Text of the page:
Six decades on, Paris Blues retains its jazz appeal

    The 1961 film had its clichés and confections but it had a jazz theme and music by Duke Ellington and Louis Armstrong

    Louis Armstrong in Paris Blues

    Paris Blues is a film with a sound jazz base, four A-list actors, a top director (Martin Ritt – The Spy Who Came In From The Cold, Hud), plus a guest appearance by Louis Armstrong, ubiquitous in films of this type in the 50s and 60s. Arguably the icing on the cake is a score by Duke Ellington.

    The film excels on so many levels that it’s difficult to know where to begin. For one thing it was shot entirely on location in The City Of Lights (and who doesn’t love Paris?) but this isn’t the Paris of Gigi, Funny Face or even An American In Paris. In other words, it’s not a light romantic soufflé filmed against lavish travelogues in gorgeous technicolor. This was a more realistic Paris (in black-and-white) of small Left Bank jazz clubs where tourists seldom ventured.

    The plot was wafer-thin-to-gossamer. Two expat Americans, one white, one black, are settled contentedly in Paris, living comfortably by spending their evenings playing jazz. Into their lives come two American women – also one white and one black – schoolteachers on vacation, in search of culture rather than romance. This is cliché no matter how you slice it. But it’s cliché laced with weightier themes – racism, substance abuse, adult relationships.

    In place of the travelogue element, we get a lovely scene in which Sidney Poitier (Eddie Cook), and Diahann Carroll (Connie Lampson) stroll around the Bird Market on Île de la Cité. Although they are in love, Eddie is in Paris primarily because Parisians are noted for being colour blind and he is judged solely on his skill as a saxophonist rather than the colour of his skin. Connie, however, is active in the struggle for racial equality and urges Eddie to return with her to the US and stand up to be counted.

    The other relationship is more intense (Paul Newman and Joanne Woodward were, of course, husband-and-wife offscreen, and this was the fourth time they had appeared together on screen). Newman’s Ram Bowen is both selfish, arrogant and ambitious, with eyes to become a serious composer, and not really prepared to take on Woodward’s Lillian Corning – a divorcee with two children – full time. Throw in a sub-plot about the group’s guitarist Michel “Gypsy” Devigne (Serge Reggiani) – a clear reference to Django Reinhardt – and his heroin addiction, and we’re looking at a fairly rich bouillabaisse, before we even mention the music.

    The music is nothing less than a delight. After scoring Anatomy Of A Murder, Duke Ellington had obviously acquired a taste for the silver screen and turned in something that was nominated for a 1961 Oscar (though it lost, unsurprisingly to West Side Story).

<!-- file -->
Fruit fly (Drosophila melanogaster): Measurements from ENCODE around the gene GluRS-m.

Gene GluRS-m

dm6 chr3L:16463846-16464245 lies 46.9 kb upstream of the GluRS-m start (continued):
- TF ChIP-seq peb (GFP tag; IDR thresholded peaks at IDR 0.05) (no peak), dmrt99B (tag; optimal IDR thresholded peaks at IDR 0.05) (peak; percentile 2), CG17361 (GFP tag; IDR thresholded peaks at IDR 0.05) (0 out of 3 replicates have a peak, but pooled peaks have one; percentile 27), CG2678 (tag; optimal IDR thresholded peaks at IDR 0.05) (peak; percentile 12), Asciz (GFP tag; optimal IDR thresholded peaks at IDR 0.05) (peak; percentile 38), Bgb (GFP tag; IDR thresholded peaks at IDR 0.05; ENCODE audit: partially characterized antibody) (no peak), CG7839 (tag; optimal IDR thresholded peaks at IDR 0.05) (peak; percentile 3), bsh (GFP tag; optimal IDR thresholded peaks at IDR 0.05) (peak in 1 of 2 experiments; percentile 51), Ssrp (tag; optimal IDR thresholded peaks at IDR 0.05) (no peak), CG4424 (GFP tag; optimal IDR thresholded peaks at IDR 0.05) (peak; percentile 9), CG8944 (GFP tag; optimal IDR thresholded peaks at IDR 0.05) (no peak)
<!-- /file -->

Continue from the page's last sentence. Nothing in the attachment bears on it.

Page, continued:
We get to hear Take The ‘A’ Train and Mood Indigo in the jazz club sequences (Murray McEachern dubbing Paul Newman and Paul Gonsalves playing for Poitier. In addition, albeit uncredited, we hear on the soundtrack Sonny Greer, Johnny Hodges, Oliver Nelson, Philly Jo Jones, Clark Terry, Max Roach, Juan Tizol and Britt Woodman. And I still haven’t touched on the central jam session featuring Louis Armstrong, the pièce de resistance.

    Ironically, the one cast member who had claim to a musical background, Diahann Carroll (the following year she co-starred with Richard Kiley on Broadway in Richard Rodgers’ No Strings), was not called upon to sing one note.

    In sum: you don’t have to be a jazz buff to thoroughly enjoy Paris Blues, but if you are a fan you’ll think you’ve died and gone to heaven.

    In Jazz Journal, March 1961, in an article titled “With Duke and Louis in Paris”, editor Sinclair Traill reflected on Paris Blues and interviewed Ellington and Armstrong:

    It is difficult to tell at this stage if the film Paris Blues is going to be any better than any other Hollywood production with a jazz background. It is possible it may even be worse, but that is doubtful for one or two reasons. Director Martin Ritt stepped off on the right foot when he engaged Duke Ellington to write the score; cast Paul Newman, Sidney Poitier and Diahann Carroll to play leading roles; and last but by no means least hired Satchmo Armstrong to play a supporting part. Surely a film with music by Duke and trumpet by Louis is bound to come along swinging somewhere!

    The story is nothing too deep. Two musicians, one coloured, one white, meet up with two girls in Paris, and what one would expect to ensue obligingly ensues. The drug problem rears its ugly head; Paul Newman (Ram Bowen, a trombonist) writes a jazz concerto; but it all manages to end fairly happily. Louis plays the part of a visiting American jazz celebrity (Wild Man Moore), complete with his own band – not the All Stars – and mugs his way through his part with his usual infectious, gay abandon.

    As he said, “The part I play in the picture ain’t big, but it’s important – I see to that! It all takes place in one of them caves, those French cellars y’know. Sidney Poiter and Paul Newman, they’re supposed to be jazz musicians. Paul plays trombone; he’s really bin’ takin’ lessons from Billy Byers, who plays the music for the film. Sidney, he’s supposed to be a saxophone man. That French cat Guy Lafitte taught him to hold his horn right. Duke got the band sounding his way and some of the music is real pretty. When Hugues Panassié heard some of the tapes, he just lifted up his hands, French fashion, and cried with joy. ‘What are you doing to our musicians?’ he said. ‘You have inspired them!'”